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IRS Should Have Gone for a Baker's Dozen with RAL

posted by Katie Porter

Each year the IRS releases a Dirty Dozen of tax scams. I wish the 2008 list had labeled another practice a scam--refund anticipation loans or RALs. A RAL is a short-term cash advance against an anticipated tax return. Essentially, the taxpayer is paying to access their own money immediately rather than waiting for the IRS to process their refund. There are about 9 million RALs made each year, with APRs ranging from 50% to 500%. Perhaps their high fees are justified by the fact that they are short-term loans. On the other hand, the tax preparers have a lock on this market, which could reduce competition. It seems hard to believe that the risks of nonpayment are very significant when the amount of the refund is being determined during the tax preparation process and the preparer captures the refund directly, rather than relying on voluntary remittance from the debtor.

The IRS does warn against "dishonest" tax return preparers who "make their money by skimming a portion of their clients’ refunds." Although most leading preparers offer RALs, I think RALs are "making money by skimming clients' refunds."

If a taxpayer electronically files and has their refund direct-deposited, they could get their refund in just 8-14 days. An RAL borrower pays a hefty fee for such a short-term loan. From a policy standpoint, the more disturbing aspect of RALs is that about 60% of borrowers are recipients of the Earned Income Tax Credit. For an EITC taxpayer, an RAL is essentially a shift of the government dollars that are designed to help them improve their financial prospects to the profits of a private tax preparation preparer.

The IRS is considering regulations that would limit the use of tax return information to market RALs. Comments may be made online until April 7th.

Comments

Off subject a little: Katie, Jeff Bohm Bankruptcy Judge Southern District of Texas came out with an Mem. Op. citing your paper "Misbehavior and Mistake in Bankruptcy Mortgage Claims" in re: Parsley S.D. Tex. 05-90374. Thanks to your paper I am up to my eyeballs in Objection to Claims. It has helped me a great deal when I work up answers to Relief from Stays. The Mem. OP above has some great testimony cited and shows how Countrywide goes about hiring bankruptcy attorneys and the way “Pay Histories” are “manufactured” at the attorneys office by paralegals! They say its because the Bankruptcy Judges need a pay history they can understand. A must read. I love your papers and I am a huge fan.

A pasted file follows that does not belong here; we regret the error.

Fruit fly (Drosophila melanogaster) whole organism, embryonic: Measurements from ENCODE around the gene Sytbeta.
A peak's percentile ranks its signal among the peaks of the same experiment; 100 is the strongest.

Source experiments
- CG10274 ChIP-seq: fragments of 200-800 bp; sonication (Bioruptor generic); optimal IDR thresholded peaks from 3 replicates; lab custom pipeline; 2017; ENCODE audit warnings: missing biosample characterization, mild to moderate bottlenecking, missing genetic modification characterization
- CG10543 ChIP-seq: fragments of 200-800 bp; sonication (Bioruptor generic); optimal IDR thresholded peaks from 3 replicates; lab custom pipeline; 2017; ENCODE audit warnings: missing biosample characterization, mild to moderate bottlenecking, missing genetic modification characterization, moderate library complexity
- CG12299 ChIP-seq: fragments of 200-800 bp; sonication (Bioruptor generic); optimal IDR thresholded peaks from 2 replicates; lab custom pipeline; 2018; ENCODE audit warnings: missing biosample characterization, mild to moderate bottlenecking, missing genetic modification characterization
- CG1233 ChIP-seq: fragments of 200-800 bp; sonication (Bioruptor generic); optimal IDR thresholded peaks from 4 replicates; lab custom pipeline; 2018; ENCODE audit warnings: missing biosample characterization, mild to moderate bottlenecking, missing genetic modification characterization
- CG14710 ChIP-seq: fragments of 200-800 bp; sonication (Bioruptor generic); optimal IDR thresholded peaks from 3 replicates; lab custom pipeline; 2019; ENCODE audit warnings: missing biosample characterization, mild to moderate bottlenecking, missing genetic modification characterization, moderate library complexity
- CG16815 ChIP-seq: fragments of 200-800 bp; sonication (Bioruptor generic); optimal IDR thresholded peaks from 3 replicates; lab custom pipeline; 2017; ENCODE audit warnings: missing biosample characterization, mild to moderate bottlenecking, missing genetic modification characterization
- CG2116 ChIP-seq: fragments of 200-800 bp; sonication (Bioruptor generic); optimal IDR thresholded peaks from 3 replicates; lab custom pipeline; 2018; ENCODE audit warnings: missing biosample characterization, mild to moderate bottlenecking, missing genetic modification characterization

Any…..hooo... "RAL" or rapid refund loans(as we used to call em)... Thank god they are prohibited in Chapter 13 cases. But I always thought they were a bit weird in that the tax preparers charge a fee to set up the account where the money is to be deposited. Of course the debtor does not have access to that account the tax preparer does.

When debtors come in to provide tax returns and they have all that RAL paperwork attached I just have to shake my head and ask "Why?" It only takes a week or two to get your money directly deposited...??? To make matters worse we still have tax preparers filing married people as separate head of households to boot! We have to "get real" with the debtors and say that it is incurring debt without permission from the court AND YOUR FILING WRONG!!! What if they owe attorney general debt? Now under some new "bells and whistles" the AG has in 362 or 363 they can hold or offset the refund despite the stay. Now the debtor has a refund loan and the tax preparer does not have the check either. What then?

I used to see a lot of the following: Ohh.. say 1995-2000 (before they started requiring account set ups) The debtors would come in owing not only the IRS but the tax preparer for the loan they received but had their TR offset or they just didn’t bother signing the check and delivering it to the Tax preparer. They would come in and have two debts for the price of one. Again I used to see that a lot but it seems to be a rare thing these days.